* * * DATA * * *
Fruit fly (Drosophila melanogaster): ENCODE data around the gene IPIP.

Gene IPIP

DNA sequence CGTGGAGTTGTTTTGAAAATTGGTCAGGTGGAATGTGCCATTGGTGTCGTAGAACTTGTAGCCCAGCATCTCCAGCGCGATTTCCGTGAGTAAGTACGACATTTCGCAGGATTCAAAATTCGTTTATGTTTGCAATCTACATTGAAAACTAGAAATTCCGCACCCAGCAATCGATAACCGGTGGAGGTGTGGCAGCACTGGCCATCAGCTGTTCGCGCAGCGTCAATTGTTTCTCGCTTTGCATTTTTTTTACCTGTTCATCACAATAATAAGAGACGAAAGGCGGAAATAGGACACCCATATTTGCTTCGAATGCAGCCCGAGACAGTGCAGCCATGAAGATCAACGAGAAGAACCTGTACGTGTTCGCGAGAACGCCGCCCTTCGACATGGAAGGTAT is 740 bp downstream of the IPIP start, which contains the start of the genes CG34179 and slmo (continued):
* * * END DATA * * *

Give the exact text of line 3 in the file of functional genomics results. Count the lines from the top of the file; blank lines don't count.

DNA sequence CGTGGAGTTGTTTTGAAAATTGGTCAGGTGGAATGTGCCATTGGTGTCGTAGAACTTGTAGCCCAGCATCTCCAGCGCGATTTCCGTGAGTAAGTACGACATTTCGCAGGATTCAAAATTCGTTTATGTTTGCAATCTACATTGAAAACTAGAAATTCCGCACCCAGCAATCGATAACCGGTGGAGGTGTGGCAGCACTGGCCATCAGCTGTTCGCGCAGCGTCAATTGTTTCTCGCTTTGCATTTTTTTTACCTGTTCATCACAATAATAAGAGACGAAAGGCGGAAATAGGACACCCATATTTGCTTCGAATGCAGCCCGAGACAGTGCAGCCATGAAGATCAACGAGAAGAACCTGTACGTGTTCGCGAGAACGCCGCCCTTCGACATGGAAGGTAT is 740 bp downstream of the IPIP start, which contains the start of the genes CG34179 and slmo (continued):